Israeli cabinet fails to reach deal over Gaza blockade

 

THE ISRAELI security cabinet will reconvene today after ministers yesterday failed to reach agreement on easing the economic blockade on Gaza.

Israel has been under increasing international pressure to allow more goods into Gaza since the May 31st naval raid on an international aid flotilla in which nine Turkish passengers were killed in clashes with Israeli commandos.

Israel claims its blockade, introduced after Hamas seized control of the coastal strip in 2007, is necessary to ensure that weapons do not reach the area.

Earlier this week, Middle East quartet envoy Tony Blair said he expected Israel to ease the restrictions “within days”. Social affairs minister Yithak Herzog told army radio: “We must understand that the blockade implemented until this time is outdated and no longer applicable in the current international and diplomatic climate.”

Israel is expected to agree to significantly shorten the list of prohibited goods it refuses to allow into Gaza and to allow construction materials earmarked for United Nations projects.

Israeli officials expressed the hope a decision by the government to permit more goods into Gaza through land crossings would encourage foreign governments to dissuade their citizens from taking part in future attempts to break the blockade.

EU foreign policy chief Catherine Ashton said yesterday that Israel’s siege was counter-productive and needed to be lifted. “The suffering of Gaza doesn’t make Israel more secure,” she said. “This cannot go on, things must change.” In a speech to the European parliament in Strasbourg, Baroness Ashton called for the re-opening of the border crossings and the formulation of a “short agreed list of prohibited goods where Israel has legitimate security concerns”.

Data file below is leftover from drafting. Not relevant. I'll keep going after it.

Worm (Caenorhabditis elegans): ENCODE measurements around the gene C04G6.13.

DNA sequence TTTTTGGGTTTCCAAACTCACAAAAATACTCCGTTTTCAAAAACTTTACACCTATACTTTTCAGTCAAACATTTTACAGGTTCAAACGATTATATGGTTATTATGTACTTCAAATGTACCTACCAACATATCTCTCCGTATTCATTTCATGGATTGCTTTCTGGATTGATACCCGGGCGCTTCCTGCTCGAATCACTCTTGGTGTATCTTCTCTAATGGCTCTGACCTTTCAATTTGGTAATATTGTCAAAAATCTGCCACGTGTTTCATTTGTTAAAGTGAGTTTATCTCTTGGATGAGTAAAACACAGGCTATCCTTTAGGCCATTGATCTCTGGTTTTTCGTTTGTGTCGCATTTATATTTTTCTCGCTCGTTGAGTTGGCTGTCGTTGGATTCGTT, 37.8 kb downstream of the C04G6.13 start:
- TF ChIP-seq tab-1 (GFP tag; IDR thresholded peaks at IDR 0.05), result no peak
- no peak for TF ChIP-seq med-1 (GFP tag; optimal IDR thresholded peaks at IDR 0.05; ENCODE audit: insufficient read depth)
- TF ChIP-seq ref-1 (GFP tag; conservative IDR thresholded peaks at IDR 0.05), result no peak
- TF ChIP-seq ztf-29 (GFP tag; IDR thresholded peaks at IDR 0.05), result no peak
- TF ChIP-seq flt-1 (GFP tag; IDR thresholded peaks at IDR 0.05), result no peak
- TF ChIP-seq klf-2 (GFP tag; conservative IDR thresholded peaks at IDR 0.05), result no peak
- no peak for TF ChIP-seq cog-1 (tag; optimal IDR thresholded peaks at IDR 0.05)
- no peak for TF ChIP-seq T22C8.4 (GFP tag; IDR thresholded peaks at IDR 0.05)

Meanwhile, the Israeli navy is bracing to intercept more flotillas in the coming weeks. There are conflicting reports about ships organised by the Iranian Red Crescent Society and boats departing from Lebanese ports already on their way to Gaza.

The Turkish group which organised last month’s flotilla announced yesterday there were plans for at least six more ships to sail for Gaza next month. Representatives from IHH (the foundation for human rights and freedoms and humanitarian aid), said the boats would sail in the second half of July, and journalists would be invited to inspect the contents to “demonstrate their commitment to total transparency”.

Israeli defence minister Ehud Barak, who heads the Labor party, has called for a daring political initiative from the government in the coming months to end Israel’s growing international isolation. The Ha’aretznewspaper reported Mr Barak told senior ministers the “international preoccupation” with Israel following the naval interception means Israel must improve its ties with the US.

“There is no way to rehabilitate ties with the administration without presenting an assertive political programme that will address the core issues of a final settlement with the Palestinians,” Mr Barak said.